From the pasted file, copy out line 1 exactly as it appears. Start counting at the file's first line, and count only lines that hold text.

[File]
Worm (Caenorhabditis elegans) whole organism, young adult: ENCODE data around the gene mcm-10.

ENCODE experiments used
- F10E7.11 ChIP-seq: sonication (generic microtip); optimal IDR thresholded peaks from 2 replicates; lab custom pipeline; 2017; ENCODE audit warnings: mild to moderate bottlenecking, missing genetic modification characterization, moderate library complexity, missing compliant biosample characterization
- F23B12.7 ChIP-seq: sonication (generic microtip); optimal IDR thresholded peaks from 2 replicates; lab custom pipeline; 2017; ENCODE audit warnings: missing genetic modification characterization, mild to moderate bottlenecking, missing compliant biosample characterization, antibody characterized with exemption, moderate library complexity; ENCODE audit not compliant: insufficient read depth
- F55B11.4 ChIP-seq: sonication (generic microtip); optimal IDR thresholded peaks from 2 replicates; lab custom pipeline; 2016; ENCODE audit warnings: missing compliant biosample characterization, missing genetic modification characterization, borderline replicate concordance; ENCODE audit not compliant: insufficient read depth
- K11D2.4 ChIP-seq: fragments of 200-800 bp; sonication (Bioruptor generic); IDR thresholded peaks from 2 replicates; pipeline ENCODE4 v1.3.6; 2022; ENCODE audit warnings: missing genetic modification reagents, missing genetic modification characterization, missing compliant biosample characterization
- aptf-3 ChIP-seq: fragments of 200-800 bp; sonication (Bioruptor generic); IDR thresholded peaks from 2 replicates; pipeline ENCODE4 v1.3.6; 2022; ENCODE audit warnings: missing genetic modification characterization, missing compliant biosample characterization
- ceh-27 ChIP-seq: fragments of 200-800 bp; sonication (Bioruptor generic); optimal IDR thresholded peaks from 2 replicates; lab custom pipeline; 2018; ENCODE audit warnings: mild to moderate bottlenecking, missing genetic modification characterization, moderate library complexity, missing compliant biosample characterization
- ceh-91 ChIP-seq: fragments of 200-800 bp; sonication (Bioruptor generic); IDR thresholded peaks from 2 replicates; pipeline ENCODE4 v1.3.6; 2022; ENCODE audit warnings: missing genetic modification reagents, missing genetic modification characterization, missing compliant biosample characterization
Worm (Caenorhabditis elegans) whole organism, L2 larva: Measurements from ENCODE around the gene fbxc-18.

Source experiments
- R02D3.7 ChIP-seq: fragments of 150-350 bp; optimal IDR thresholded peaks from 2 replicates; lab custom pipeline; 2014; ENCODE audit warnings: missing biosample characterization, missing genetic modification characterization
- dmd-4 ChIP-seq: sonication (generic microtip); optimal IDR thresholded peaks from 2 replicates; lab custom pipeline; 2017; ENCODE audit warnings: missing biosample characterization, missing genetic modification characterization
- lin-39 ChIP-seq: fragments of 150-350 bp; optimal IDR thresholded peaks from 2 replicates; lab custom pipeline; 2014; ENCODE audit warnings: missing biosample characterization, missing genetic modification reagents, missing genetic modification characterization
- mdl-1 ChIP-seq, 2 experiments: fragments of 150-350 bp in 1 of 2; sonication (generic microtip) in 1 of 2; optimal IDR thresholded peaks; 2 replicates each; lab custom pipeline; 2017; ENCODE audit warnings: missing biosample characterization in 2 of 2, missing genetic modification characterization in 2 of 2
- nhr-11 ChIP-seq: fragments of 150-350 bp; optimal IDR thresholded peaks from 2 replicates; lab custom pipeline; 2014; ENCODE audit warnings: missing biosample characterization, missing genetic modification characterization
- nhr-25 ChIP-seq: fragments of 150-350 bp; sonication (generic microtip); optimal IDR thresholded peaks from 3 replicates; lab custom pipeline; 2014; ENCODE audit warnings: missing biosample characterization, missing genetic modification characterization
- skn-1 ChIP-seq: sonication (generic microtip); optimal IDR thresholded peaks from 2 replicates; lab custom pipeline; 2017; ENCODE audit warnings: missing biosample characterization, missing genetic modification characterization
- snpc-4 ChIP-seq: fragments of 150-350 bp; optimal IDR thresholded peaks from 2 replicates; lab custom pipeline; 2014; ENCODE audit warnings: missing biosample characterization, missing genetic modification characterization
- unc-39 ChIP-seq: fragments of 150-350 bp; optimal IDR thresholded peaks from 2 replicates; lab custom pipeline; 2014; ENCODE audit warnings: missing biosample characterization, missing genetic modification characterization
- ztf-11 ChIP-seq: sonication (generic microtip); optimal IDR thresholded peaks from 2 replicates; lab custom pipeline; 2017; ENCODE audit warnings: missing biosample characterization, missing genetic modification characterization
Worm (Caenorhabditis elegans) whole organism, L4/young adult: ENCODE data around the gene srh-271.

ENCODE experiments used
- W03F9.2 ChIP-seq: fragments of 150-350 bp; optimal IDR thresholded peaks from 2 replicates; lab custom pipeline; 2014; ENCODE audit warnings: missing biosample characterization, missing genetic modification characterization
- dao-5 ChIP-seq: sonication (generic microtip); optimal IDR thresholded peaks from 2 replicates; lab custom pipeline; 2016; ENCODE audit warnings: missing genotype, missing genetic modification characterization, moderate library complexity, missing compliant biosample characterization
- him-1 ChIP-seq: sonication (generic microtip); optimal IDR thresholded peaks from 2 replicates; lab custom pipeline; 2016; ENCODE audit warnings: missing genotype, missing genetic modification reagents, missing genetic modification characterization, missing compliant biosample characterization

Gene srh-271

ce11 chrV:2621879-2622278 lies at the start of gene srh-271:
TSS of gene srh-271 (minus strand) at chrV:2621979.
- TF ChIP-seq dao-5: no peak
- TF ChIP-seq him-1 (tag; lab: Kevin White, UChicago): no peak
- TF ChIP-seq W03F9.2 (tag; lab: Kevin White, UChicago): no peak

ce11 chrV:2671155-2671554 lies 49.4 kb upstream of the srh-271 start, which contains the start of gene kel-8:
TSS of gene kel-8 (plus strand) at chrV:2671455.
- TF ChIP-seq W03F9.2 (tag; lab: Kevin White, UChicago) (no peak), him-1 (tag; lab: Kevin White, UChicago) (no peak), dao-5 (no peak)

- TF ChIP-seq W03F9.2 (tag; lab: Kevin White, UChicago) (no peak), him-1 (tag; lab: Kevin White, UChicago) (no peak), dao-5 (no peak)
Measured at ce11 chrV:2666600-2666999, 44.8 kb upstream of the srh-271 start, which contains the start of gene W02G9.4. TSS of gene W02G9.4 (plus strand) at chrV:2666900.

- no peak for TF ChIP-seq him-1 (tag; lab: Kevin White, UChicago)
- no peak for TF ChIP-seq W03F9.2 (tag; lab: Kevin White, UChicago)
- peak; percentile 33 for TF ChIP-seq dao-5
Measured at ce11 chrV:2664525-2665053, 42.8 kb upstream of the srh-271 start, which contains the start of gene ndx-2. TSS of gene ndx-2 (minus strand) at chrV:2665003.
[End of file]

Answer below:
Worm (Caenorhabditis elegans) whole organism, young adult: ENCODE data around the gene mcm-10.